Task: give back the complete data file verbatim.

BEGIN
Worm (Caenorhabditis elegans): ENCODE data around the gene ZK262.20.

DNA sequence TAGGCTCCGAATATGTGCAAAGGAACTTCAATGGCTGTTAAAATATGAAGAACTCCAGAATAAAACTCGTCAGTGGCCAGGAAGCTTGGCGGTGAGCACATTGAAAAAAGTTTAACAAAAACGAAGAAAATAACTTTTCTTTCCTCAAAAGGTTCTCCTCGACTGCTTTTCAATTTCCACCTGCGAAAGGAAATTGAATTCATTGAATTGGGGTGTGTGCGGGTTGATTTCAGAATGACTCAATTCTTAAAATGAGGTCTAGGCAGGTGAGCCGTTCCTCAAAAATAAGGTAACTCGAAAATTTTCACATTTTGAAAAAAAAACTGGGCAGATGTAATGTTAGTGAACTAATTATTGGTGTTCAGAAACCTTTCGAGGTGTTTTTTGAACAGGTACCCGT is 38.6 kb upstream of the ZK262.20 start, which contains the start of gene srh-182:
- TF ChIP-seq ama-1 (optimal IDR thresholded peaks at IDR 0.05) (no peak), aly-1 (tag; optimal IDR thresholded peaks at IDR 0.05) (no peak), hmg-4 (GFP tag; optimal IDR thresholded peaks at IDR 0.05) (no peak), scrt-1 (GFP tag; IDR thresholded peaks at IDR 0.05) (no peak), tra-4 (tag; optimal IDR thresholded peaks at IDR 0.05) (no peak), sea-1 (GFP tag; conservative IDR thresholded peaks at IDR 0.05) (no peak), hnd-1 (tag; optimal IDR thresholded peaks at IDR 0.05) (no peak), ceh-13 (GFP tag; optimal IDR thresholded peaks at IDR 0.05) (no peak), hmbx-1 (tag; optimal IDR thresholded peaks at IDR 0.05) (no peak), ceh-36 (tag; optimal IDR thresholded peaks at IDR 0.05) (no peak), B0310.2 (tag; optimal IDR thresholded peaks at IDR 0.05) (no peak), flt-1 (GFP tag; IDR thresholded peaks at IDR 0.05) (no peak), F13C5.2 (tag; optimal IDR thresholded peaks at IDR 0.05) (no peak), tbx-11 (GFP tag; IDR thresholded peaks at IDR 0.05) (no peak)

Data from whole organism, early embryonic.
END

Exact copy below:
Worm (Caenorhabditis elegans): ENCODE data around the gene ZK262.20.

DNA sequence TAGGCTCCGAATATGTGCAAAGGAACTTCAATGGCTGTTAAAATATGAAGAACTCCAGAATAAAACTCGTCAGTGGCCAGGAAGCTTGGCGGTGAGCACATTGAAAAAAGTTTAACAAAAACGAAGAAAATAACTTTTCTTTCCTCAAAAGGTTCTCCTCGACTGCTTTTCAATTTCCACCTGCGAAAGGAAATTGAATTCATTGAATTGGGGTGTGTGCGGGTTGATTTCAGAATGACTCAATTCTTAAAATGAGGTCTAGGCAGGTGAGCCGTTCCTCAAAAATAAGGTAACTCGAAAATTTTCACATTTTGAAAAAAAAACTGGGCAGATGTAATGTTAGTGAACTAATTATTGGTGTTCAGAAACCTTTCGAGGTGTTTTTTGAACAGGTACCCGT is 38.6 kb upstream of the ZK262.20 start, which contains the start of gene srh-182:
- TF ChIP-seq ama-1 (optimal IDR thresholded peaks at IDR 0.05) (no peak), aly-1 (tag; optimal IDR thresholded peaks at IDR 0.05) (no peak), hmg-4 (GFP tag; optimal IDR thresholded peaks at IDR 0.05) (no peak), scrt-1 (GFP tag; IDR thresholded peaks at IDR 0.05) (no peak), tra-4 (tag; optimal IDR thresholded peaks at IDR 0.05) (no peak), sea-1 (GFP tag; conservative IDR thresholded peaks at IDR 0.05) (no peak), hnd-1 (tag; optimal IDR thresholded peaks at IDR 0.05) (no peak), ceh-13 (GFP tag; optimal IDR thresholded peaks at IDR 0.05) (no peak), hmbx-1 (tag; optimal IDR thresholded peaks at IDR 0.05) (no peak), ceh-36 (tag; optimal IDR thresholded peaks at IDR 0.05) (no peak), B0310.2 (tag; optimal IDR thresholded peaks at IDR 0.05) (no peak), flt-1 (GFP tag; IDR thresholded peaks at IDR 0.05) (no peak), F13C5.2 (tag; optimal IDR thresholded peaks at IDR 0.05) (no peak), tbx-11 (GFP tag; IDR thresholded peaks at IDR 0.05) (no peak)

Data from whole organism, early embryonic.